Here's how it works. A bank that bought the six month notes from Freddie this morning could also bid to borrow from the Fed's Term Facility, which held an $75 billion auction today. As collateral for the borrowing, the bank could offer the newly purchased Freddie notes, for which the Fed would give them credit for 97% of their market value. Recently, the TAF pricing topped out at 2.35 percent for 28-day borrowing. So a bank buying $100 million of Freddie paper yielding 2.858% could flip it to the Fed, borrowing $97 million at around 2.4% (assuming the pricing will be slightly higher this time around).
At the end of the day, a credit desk could buy $100 million of Freddie debt for just $3 million down. On that $3 million, the desk would receive a 17.7% annualized return, or 8.8% over six months, for paper that is thisclose to being explicitly backed by the Treasury Department. Not a bad deal at all.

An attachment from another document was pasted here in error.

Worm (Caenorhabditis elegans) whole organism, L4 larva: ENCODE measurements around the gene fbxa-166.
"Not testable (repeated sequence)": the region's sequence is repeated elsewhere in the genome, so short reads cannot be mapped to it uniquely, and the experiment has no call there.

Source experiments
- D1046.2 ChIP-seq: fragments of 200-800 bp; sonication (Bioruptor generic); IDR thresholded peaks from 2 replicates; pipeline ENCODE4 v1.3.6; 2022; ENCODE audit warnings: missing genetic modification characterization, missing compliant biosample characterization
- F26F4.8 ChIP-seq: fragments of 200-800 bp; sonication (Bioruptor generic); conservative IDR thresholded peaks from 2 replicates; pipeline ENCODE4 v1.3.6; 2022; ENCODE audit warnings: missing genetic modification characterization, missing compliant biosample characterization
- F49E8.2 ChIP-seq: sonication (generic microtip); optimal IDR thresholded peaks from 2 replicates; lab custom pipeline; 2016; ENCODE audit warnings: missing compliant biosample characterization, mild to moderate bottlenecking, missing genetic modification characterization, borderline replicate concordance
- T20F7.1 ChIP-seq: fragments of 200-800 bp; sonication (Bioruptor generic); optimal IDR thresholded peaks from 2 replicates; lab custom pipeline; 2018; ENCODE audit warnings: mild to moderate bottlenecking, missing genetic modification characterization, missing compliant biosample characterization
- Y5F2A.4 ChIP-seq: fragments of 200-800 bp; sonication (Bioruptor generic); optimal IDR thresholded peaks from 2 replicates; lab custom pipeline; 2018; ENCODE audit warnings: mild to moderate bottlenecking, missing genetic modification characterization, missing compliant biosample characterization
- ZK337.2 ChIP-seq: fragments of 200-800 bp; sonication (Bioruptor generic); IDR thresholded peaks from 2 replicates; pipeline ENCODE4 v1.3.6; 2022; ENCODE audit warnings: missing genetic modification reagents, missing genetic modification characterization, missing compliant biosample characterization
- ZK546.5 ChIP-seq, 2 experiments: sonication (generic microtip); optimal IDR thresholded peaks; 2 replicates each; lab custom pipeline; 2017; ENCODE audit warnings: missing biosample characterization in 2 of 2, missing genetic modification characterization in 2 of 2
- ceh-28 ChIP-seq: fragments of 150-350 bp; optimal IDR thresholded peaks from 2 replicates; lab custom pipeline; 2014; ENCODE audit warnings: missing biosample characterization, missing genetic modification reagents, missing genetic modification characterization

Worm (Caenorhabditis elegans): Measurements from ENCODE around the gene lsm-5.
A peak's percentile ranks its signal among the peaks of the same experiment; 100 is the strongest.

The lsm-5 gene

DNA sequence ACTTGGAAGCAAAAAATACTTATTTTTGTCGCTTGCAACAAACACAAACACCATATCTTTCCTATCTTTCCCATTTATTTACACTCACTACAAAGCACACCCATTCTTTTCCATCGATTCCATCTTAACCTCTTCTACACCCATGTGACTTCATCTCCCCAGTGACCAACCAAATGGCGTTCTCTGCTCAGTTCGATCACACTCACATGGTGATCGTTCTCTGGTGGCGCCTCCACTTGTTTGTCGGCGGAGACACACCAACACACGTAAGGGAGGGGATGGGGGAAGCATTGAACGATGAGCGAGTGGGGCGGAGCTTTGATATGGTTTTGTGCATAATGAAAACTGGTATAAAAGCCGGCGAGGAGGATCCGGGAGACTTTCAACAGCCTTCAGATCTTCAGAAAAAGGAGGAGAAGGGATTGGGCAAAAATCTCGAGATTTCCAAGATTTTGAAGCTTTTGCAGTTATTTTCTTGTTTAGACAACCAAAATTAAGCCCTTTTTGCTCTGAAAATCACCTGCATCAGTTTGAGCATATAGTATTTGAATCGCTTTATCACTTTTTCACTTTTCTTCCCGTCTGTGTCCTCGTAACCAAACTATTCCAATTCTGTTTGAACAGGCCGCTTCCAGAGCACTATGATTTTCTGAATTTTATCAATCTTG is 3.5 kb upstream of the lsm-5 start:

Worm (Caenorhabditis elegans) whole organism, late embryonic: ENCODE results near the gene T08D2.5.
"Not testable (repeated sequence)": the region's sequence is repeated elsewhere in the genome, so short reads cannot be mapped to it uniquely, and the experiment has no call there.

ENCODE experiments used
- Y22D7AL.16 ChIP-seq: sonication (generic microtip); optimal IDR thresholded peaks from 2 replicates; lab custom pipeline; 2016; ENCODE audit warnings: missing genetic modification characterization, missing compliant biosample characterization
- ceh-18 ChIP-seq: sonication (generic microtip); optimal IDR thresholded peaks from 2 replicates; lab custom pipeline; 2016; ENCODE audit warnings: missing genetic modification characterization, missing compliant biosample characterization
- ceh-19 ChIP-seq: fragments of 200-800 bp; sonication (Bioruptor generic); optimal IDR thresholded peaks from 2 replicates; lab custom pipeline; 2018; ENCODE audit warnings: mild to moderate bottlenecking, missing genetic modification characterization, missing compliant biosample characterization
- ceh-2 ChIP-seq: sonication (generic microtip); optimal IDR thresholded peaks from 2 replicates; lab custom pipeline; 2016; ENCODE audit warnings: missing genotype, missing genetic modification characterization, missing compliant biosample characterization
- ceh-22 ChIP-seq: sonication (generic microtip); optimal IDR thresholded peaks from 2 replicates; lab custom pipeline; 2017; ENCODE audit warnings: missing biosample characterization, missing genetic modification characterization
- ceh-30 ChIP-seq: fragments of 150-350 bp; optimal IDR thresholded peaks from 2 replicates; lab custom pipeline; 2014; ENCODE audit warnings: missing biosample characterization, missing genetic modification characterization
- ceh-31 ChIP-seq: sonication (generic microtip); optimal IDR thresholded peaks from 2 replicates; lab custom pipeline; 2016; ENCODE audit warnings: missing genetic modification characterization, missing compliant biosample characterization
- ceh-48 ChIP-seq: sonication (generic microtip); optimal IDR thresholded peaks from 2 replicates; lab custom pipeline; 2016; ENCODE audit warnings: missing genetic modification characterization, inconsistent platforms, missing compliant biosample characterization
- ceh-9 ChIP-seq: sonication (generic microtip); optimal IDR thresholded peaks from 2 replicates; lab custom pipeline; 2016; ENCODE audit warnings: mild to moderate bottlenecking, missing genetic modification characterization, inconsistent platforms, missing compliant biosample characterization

via Real Time Economics
But there is growing concern banks have become over-reliant on ECB funding, or may be abusing the situation. The ECB says it is monitoring developments and will, if necessary, adjust funding rules. Some financial institutions may have started to treat the ECB’s financing window as a substitute for a well-functioning structured finance market that has been largely shut since last August.
The share of asset-backed securities — or notes backed by repayments on debt such as mortgages or credit card loans — in the total collateral held with the national central banks in the 15-nation euro zone has risen to around 20%, from around 4% in 2004. At the same time, the share of government bonds has fallen sharply.
> Here the Fed´s balance sheet..... Hardly AAA.....